But the real reasons for coming to Baguio at this time of the year are neither its pine trees nor its market nor its street musicians. Well, at least not the variety shown above. It’s the annual flower festival “Panagbenga” that culminates in a weekend of two processions, Saturday and Sunday morning. That’s exactly when I was there, and, believe me, it took me many a phone call to find a hotel room…
Processions are scheduled to begin at 8 am, but when you go there at 6 as I did, you’ll already have a hard time to find a decent place to see the action. Fortunately I am taller than 99.9% of the local population… This does not make for great picture taking conditions; nonetheless, here are a few from this event. They really did put on a fantastic show.
The above pictures were taken with manual focus. Having several times missed the scenes I wanted to capture by a split-second because of the camera’s focusing time, I finally switched to manual focus and, voila,
this worked perfectly. For once, I could take advantage of the wide depth of field…
Next stop of my journey was Legazpi City in Southern Luzon. It is known mostly for Mt. Mayon volcano, as seen behind the rice fields in the picture below:
You don't see a volcano? Well, neither did I… It was raining all day, and the "most perfectly shaped volcano" was hiding in the clouds. Only shortly before nightfall, it became at least partly visible behind downtown Legazpi:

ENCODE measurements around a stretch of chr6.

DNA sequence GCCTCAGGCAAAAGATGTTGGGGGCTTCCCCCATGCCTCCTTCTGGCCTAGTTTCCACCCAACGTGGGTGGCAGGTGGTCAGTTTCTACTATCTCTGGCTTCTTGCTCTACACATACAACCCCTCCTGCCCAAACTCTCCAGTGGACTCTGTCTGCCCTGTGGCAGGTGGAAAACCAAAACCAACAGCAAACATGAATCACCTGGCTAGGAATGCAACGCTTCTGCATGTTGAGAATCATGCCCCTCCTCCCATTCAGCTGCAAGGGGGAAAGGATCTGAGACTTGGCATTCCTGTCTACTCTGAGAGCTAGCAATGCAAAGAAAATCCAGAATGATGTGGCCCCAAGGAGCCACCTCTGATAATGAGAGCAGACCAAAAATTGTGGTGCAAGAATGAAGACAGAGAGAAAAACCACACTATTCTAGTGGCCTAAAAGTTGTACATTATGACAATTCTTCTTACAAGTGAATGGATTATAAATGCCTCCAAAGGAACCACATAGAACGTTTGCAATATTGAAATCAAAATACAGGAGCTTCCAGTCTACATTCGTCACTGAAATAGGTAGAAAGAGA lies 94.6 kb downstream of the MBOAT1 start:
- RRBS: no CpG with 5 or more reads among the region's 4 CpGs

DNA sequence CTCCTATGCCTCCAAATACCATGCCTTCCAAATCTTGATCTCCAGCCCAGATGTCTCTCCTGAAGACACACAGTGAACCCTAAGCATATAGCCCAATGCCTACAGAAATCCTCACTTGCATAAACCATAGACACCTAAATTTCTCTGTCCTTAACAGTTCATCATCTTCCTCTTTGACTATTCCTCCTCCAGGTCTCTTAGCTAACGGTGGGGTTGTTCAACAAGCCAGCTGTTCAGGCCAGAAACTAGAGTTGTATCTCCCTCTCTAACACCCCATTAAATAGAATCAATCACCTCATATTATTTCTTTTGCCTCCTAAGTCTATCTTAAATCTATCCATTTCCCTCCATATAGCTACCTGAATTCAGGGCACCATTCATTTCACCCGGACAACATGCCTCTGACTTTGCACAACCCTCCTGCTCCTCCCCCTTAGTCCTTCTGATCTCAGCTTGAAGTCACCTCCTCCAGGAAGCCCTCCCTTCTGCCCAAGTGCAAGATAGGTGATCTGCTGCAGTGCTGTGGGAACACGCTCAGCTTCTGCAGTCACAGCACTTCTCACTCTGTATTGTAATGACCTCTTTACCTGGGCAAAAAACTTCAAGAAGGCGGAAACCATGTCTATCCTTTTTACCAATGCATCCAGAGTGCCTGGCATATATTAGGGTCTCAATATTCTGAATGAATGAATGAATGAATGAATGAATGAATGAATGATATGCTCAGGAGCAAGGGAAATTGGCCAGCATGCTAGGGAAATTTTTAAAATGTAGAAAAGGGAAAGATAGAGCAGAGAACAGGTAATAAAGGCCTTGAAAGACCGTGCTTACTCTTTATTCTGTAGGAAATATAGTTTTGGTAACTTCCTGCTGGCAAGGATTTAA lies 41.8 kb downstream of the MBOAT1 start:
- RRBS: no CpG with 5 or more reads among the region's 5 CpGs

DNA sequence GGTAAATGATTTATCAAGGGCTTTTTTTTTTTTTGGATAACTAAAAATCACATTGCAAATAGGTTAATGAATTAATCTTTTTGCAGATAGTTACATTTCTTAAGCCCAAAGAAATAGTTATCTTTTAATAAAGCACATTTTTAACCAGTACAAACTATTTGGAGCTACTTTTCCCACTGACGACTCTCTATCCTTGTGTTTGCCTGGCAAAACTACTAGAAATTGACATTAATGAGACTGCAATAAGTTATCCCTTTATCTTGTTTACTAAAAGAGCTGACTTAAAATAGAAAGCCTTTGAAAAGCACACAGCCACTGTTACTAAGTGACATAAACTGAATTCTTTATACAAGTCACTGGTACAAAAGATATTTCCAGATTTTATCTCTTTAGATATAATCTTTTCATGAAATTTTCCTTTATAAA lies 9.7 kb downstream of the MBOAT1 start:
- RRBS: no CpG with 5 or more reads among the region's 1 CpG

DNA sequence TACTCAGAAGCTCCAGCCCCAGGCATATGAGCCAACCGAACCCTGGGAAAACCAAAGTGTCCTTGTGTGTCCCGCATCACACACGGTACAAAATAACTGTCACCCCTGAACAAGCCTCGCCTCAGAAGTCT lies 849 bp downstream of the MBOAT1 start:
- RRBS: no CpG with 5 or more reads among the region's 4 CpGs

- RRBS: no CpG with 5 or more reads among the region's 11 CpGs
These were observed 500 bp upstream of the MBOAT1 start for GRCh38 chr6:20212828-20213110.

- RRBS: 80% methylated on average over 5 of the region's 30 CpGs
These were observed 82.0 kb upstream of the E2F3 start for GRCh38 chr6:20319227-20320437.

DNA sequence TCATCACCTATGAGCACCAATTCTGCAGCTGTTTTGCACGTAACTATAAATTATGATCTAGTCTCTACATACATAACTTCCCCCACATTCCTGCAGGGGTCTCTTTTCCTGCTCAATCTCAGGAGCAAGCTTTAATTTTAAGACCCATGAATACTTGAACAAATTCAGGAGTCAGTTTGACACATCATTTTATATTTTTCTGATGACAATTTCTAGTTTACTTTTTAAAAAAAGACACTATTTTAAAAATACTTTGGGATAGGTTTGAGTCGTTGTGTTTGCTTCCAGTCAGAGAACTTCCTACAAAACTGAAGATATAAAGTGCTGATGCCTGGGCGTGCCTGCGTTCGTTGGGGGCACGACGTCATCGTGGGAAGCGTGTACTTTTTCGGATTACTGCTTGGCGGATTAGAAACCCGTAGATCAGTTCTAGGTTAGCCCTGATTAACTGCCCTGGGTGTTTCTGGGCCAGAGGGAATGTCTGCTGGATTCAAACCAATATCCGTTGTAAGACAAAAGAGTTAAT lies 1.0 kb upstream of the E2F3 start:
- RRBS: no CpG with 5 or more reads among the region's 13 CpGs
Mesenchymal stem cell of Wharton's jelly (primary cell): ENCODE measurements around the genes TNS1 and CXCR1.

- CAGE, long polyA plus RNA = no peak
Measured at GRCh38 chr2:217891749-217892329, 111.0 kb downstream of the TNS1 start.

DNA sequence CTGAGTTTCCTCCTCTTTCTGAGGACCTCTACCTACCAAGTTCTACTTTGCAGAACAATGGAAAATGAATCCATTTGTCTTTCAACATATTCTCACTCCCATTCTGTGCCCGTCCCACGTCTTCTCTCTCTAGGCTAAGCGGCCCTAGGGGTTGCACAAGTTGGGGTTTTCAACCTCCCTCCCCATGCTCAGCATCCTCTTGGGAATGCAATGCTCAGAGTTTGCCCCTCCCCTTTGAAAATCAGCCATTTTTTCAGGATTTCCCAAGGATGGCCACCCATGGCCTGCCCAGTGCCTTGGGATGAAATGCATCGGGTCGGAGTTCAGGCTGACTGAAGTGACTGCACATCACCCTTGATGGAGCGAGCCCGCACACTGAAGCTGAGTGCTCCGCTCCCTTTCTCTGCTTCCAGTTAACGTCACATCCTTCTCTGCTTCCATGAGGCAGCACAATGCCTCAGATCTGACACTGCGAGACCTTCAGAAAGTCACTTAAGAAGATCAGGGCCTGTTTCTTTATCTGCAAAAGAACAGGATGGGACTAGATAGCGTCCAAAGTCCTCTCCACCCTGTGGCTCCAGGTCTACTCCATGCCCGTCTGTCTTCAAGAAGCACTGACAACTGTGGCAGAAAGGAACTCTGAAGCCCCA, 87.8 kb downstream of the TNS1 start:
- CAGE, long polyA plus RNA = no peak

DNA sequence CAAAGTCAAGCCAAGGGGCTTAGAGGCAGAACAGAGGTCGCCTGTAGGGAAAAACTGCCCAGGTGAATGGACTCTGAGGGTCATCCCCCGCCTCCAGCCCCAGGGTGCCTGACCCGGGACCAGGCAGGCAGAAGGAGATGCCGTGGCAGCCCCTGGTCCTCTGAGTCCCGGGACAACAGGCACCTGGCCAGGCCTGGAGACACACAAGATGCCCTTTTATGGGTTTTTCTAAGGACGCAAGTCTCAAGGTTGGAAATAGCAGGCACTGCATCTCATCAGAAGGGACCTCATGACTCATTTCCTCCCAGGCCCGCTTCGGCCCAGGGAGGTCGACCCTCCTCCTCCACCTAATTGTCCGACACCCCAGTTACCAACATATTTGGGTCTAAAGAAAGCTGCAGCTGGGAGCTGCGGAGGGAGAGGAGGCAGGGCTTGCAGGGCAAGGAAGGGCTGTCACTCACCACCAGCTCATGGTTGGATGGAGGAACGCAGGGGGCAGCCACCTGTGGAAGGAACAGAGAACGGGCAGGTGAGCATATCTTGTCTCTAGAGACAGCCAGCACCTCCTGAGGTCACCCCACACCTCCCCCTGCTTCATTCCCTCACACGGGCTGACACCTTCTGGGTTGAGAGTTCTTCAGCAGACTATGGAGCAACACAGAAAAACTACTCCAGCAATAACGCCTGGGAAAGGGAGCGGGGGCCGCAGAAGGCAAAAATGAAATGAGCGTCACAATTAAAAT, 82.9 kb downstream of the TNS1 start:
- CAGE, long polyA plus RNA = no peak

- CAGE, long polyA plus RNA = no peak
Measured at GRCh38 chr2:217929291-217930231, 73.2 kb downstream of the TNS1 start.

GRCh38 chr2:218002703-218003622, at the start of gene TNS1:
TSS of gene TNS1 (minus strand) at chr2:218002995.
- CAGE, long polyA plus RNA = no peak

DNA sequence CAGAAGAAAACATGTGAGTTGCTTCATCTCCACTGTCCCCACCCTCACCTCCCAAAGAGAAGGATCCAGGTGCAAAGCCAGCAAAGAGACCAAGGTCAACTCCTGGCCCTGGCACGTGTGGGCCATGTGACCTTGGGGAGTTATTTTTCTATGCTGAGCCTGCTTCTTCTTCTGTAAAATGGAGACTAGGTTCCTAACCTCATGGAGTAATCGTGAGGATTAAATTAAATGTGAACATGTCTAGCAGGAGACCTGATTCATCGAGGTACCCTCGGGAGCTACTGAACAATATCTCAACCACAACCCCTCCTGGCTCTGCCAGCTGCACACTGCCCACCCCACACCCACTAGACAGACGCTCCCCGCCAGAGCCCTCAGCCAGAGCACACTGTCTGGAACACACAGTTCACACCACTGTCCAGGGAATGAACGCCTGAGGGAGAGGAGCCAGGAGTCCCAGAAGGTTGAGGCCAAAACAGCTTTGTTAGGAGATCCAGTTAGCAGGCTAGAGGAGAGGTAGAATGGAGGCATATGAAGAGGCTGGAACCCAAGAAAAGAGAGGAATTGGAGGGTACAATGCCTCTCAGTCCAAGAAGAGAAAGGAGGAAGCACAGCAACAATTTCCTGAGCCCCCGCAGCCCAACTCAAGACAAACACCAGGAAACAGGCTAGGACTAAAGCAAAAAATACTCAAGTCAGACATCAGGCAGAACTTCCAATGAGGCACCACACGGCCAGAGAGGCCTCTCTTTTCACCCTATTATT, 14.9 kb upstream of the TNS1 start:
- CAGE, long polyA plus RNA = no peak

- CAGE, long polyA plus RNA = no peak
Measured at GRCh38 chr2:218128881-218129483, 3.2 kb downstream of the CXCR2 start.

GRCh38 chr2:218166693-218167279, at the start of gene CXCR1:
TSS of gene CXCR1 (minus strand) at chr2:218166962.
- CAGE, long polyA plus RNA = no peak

Here's another one:
Form Legazpi City, I took a van on to Donsol in Sarsagon province, a friendly little place known for its whale sharks. Given that my camera is not waterproof, I can't show you any of those, but a few impressions of the Sarsagon countryside…
… complete with the ubiquitous sunset:
Returned from Southern Luzon and spent the weekend in Puerto Galera, off Batangas on Northern Mindoro. With the rise of nearby Sabang and White Beach, the tiny village of Puerto Galera apparently became a bit neglected. While coconut shells on the beach can make for a nice picture, they don’t actually invite you to stay there and go for a swim. Cleaned up, it would have been a great place.
The next one, taken on the outskirts of Sabang, shows just how it could be. I used fill flash to brighten the yellow clothes of the girl taking a picture of her aunt right after sunset.